INDIANAPOLIS — For the second time in the conference semifinals series between the New York Knicks and Indiana Pacers, Indy center Roy Hibbert was the best player on the floor. And this time, he didn’t block a single shot. In fact, he barely contested any. And he had fewer defensive rebounds (four) than any of the Pacers’ other four starters.
Now, let’s get this straight. It’s not like Hibbert didn’t have a defensive impact in the Pacers’ 82-71, Game 3 victory. It was New York’s second-lowest scoring output of the season. The Knicks’ three 3-pointers and 11 3-point attempts were both season lows. And the 7-foot-2 center obviously had a lot to do with that.
But guess what? The Pacers are the best defensive team in the league. This is what they do. They don’t double team and they stay at home on New York’s shooters. The Knicks have now attempted 20 or fewer threes in seven games this season, and three of the seven were against Indiana.
So while Hibbert was as much of a rim protector as he’s been all year and Paul George deserves a ton of credit for his defense on Carmelo Anthony in Game 3, it was Hibbert’s work on the offensive end of the floor that made the difference in what was a very ugly 48 minutes of Eastern Conference playoff basketball. Emphasis on the word “work.”
Remember Hibbert’s brutal offense at the start of this season? Through Dec. 31, he was shooting 39 percent, with the free throw rate of a pass-first point guard. Though he was the most critical part of the Pacers’ No. 1 defense, he wasn’t exactly living up to the max contract extension he received last summer.
Hibbert will never be mistaken for Hakeem Olajuwon in the post. He’s neither quick nor smooth. But his offense is getting better. He averaged 16.7 points on 50 percent shooting in March and April. He scored at least 14 points in six of the Pacers’ first seven playoff games.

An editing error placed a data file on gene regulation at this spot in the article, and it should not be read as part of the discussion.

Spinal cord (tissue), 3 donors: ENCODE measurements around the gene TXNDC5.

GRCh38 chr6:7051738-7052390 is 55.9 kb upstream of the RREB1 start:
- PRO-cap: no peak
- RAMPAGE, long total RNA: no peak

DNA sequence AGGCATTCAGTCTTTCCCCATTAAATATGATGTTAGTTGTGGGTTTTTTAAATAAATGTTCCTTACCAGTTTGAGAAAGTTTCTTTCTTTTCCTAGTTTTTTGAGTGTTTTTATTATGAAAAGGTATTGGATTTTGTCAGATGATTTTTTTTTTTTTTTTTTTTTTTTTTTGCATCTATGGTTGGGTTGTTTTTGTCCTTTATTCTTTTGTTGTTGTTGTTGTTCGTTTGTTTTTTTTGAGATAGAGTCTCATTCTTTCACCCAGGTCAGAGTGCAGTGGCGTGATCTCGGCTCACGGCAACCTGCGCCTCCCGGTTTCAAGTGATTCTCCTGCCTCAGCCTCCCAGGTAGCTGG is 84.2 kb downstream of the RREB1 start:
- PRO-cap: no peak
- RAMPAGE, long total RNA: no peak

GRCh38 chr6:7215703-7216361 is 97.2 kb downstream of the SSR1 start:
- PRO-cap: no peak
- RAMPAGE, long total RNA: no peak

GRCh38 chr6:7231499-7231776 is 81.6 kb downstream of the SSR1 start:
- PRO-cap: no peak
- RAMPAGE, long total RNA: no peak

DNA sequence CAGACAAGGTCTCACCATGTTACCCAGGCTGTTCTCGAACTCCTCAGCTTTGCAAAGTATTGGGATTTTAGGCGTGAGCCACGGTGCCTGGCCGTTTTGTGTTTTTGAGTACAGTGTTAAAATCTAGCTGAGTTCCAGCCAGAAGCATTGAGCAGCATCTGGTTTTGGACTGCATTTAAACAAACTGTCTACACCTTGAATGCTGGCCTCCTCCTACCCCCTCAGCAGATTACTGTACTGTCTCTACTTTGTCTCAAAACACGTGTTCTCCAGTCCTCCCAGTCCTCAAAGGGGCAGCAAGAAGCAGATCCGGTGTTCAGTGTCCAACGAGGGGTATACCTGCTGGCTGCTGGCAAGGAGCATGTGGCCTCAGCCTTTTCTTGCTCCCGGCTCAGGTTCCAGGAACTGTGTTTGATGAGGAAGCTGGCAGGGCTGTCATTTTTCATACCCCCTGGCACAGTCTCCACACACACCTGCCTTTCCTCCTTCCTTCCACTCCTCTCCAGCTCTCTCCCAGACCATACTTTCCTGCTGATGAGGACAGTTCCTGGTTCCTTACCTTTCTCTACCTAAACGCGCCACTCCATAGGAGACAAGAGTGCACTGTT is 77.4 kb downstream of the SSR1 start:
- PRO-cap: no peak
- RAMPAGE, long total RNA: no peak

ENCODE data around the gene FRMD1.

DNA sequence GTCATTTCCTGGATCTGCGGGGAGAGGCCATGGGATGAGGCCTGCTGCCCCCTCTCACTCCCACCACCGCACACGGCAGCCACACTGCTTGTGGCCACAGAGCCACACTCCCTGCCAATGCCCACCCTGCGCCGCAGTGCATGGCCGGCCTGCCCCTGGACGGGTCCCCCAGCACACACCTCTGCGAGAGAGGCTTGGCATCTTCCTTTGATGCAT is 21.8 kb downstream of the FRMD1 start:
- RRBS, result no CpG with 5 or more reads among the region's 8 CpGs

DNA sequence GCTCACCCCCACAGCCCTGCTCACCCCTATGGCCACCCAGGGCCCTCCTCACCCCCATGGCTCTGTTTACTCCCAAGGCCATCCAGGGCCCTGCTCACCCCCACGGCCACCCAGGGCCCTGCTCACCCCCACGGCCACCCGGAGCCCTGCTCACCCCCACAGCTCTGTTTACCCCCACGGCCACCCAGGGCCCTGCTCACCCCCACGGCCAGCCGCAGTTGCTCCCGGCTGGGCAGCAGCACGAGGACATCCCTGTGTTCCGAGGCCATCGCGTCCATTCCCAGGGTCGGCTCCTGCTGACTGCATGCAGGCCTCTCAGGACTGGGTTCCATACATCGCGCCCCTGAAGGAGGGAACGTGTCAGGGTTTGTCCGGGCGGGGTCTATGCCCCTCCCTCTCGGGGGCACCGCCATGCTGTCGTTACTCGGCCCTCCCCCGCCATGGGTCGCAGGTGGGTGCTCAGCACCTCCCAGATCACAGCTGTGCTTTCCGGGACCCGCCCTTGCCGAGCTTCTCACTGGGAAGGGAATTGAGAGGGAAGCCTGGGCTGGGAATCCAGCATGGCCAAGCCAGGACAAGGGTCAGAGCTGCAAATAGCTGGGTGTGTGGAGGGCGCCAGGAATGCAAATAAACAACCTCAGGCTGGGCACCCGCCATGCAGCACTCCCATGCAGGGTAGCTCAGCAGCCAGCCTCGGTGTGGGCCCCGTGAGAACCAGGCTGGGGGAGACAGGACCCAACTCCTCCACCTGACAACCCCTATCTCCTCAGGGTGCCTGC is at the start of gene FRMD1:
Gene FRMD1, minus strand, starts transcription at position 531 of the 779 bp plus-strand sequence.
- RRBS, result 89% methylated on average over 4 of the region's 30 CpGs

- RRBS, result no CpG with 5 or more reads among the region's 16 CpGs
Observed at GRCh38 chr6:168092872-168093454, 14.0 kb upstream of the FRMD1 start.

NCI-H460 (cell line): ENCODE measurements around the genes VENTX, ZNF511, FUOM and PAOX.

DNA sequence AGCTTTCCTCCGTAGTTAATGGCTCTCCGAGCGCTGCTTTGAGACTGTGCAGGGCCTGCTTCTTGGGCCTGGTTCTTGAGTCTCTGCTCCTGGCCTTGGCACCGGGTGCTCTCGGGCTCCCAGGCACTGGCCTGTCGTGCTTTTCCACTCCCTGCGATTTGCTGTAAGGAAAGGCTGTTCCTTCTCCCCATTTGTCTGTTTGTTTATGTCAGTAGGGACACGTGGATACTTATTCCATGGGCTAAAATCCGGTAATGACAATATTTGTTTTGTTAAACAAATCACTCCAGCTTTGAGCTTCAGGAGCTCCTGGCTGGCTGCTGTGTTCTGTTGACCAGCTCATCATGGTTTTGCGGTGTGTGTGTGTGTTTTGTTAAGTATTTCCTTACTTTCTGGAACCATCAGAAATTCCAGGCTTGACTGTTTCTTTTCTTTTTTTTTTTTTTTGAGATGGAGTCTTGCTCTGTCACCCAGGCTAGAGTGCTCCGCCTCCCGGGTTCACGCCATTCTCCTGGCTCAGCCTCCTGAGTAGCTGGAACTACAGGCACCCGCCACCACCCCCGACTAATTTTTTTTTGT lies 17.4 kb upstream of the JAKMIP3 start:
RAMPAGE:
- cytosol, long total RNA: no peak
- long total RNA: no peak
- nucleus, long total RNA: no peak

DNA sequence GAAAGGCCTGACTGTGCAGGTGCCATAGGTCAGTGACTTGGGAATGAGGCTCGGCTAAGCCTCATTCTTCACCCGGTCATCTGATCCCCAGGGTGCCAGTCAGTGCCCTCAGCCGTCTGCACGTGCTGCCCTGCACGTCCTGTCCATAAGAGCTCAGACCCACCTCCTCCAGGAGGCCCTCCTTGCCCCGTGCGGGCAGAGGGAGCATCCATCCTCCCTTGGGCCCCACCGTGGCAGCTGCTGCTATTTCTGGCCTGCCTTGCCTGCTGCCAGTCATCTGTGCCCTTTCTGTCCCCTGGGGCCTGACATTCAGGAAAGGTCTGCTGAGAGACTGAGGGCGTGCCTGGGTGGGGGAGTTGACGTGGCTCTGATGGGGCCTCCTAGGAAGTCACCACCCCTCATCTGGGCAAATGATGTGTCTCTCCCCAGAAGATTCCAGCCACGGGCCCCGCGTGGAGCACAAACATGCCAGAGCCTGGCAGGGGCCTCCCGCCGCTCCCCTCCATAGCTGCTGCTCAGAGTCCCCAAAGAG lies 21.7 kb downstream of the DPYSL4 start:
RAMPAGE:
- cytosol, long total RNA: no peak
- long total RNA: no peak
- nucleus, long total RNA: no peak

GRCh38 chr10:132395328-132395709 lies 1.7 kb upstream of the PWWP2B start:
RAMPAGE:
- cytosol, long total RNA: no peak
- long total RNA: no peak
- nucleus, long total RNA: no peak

And in Game 3 of the conference semifinals, a game in which the league’s leading scorer played 37 minutes, Roy Hibbert had more points than anybody.
Hibbert looked comfortable in the low post, using his height to launch jump hooks with either hand over Tyson Chandler and Kenyon Martin. He made quick decisions and he even took Chandler off the dribble from the elbow a couple of times. He was a true post presence, creating his own offense, not really benefiting from his teammates’ penetration.
“He made some good moves down low,” Chandler said, “but we were supposed to trap him when he got the ball, and we didn’t do that.”
Still, the Knicks forced the Pacers to shoot just 35 percent and commit another 17 turnovers. Their primary defense was pretty good. But a defensive possession doesn’t end until the rebound is secured. And that was the difference on Saturday.
Both teams shot 35 percent. The Knicks had two fewer turnovers and two more free throw attempts. But their 3-point shooting was absent and they got beat up on the glass.
It helped that the Knicks were double-teaming (well, except when they weren’t, according to Chandler) and leaving themselves vulnerable underneath. But they were the fourth best defensive rebounding team in the league in the regular season, even though they rarely had two bigs on the floor at the same time.
The Pacers were the league’s fourth best offensive rebounding team, and that ranking has clearly held up better in this series. They’ve totaled 20 second-chance points in each of their two wins, and they already have more offensive rebounds in the three games (36) than Boston had in its six playoff games against New York (31).
Size matters. The Pacers are the bigger team and they’re showing it. Hibbert is leading the way with 16 of those 36 offensive boards, eight of them in Game 3.
“He got a lot of his stuff just out of pure effort on the offensive glass,” Pacers coach Frank Vogel said. “We know he’s going to dominate on the defensive end. When he has offensive production like he did tonight, then we’re pretty good.”
They’re pretty good and they’re now up 2-1.